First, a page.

Sunday, January 25, 2009

Book Review - Water for Elephants by Sara Gruen

Water for Elephants Water for Elephants by Sara Gruen

rating: 4 of 5 stars

Following the Prologue, Chapter One starts, “I am ninety. Or ninety-three. One or the other.”

In Water for Elephants, Sara Gruen paints a picture of depression-era life in a second-rate circus from the memories of a now old man. The story contains danger, romance, circus history (with some great photo’s), and even murder. But best of all, Sara has done an outstanding job in capturing the feelings and realities of aging through the ninety or ninety-three year old Jacob Jankowski, who resides in a nursing home and receives family visitors on Sundays. A truly enjoyable read.

View all my reviews.

Wednesday, January 21, 2009

The Letter that Prompted the Story

Several readers have asked me about the initial letter I had received that prompted my story, The Story of Chris A. Venger. I had a particularly difficult time coming up with a story, and although the story has a dark thread (Chris steals Laura's story after inflicting her with the BD disease), it also has a silly element (for one, Chris is a complete klutz).

Here is the letter that prompted the story.

(Click on image to enlarge)

Feel free to use the letter as inspiration for your own story, and if you do, please post a link to your story in the comments section.

Friday, January 16, 2009

The Story of Chris A. Venger – A Short Story

In a previous post here and here, I mentioned a letter-writing project of my writers' group, Humble Fiction Cafe. Belatedly, but no less happily, I bid you my story created in result of this project. It is entitled, The Story of Chris A. Venger, and I hope you enjoy.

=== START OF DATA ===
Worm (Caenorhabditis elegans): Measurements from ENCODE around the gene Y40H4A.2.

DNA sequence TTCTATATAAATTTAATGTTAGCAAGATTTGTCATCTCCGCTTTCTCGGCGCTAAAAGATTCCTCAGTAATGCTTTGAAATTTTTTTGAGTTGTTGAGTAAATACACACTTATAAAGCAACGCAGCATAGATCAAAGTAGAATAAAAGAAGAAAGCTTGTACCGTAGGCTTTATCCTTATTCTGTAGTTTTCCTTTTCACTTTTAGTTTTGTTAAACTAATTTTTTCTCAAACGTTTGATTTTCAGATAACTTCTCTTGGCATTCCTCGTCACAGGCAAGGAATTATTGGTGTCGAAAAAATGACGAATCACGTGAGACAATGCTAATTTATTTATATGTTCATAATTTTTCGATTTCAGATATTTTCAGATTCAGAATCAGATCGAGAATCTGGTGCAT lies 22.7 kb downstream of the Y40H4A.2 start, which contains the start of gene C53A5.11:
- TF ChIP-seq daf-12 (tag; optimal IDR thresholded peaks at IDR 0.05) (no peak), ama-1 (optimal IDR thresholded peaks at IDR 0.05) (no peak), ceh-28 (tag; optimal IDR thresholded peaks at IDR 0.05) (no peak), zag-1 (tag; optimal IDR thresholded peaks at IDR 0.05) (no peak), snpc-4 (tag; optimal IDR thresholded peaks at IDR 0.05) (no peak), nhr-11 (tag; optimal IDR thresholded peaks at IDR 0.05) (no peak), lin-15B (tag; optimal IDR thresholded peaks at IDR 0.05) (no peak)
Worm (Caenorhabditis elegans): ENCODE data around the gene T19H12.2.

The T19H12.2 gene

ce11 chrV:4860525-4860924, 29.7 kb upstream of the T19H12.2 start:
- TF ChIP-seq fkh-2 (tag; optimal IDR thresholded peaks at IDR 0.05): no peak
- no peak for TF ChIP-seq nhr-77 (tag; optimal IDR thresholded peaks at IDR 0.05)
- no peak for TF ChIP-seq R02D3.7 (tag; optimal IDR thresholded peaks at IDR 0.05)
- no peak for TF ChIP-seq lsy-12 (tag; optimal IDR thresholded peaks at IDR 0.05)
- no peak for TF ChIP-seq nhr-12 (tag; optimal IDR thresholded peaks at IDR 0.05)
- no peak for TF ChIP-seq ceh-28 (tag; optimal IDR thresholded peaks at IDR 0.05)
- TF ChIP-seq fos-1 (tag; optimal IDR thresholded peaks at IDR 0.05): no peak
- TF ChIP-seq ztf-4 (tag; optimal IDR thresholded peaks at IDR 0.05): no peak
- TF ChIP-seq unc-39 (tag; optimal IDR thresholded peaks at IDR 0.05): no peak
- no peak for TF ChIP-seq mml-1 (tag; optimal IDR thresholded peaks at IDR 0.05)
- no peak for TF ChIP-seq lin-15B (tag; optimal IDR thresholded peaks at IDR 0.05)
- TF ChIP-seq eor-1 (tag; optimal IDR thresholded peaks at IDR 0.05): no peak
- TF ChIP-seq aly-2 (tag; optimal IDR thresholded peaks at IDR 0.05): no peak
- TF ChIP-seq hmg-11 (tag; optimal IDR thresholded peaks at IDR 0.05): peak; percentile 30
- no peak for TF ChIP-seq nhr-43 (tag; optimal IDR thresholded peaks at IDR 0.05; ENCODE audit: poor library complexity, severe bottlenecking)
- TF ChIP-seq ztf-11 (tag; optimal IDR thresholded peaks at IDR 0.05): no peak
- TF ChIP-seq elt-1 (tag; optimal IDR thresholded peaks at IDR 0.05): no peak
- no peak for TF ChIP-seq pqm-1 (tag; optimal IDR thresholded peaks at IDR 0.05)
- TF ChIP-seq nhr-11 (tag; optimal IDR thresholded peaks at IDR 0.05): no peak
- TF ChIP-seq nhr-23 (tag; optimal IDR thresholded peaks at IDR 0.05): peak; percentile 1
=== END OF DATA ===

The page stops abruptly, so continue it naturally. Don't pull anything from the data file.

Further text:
Please don't be shy. I welcome your feedback, good and bad, in the comments. It is through constructive critique that I learn more about the craft of writing and I am able to hone my skills.

The Story of Chris A. Venger
by Sheryl Tuttle

Chris A. Venger picked up his electro-active diffractive eyeglasses. They had fallen out of his breast pocket, again, but upon inspection appeared undamaged. He put them on his face, and the laboratory instantly came into focus, all 800 square feet of shiny steel surfaces, stark white walls, sterile benches and shelving with scientific apparatus and pharmaceutical experiments at various stages. The place Chris felt most at home.

Searching for his eLabBook, Chris knocked a beaker off a bench and pungent fumes circled upward off the floor where the liquid landed. "Oh dear," he said to no one in particular as he turned to get the chemical spill kit and RoboChem. His pant leg caught on the lab bench chair, tripping Chris and setting the chair in a twirling spin that launched various lab reports into the air like paper airplanes.

Just then, his Ubik mobile device buzzed. With his pant leg still caught on the chair, Chris wobbled over to the desk, dragging the chair along. He bumped his funny bone on the edge of the desk as he reached for the device and flipped it open.

"Augh," he said, rubbing his elbow. "Hello, Chris here."

Click here to read the full story

Wednesday, January 7, 2009

Holiday Memories 2008

Special memories!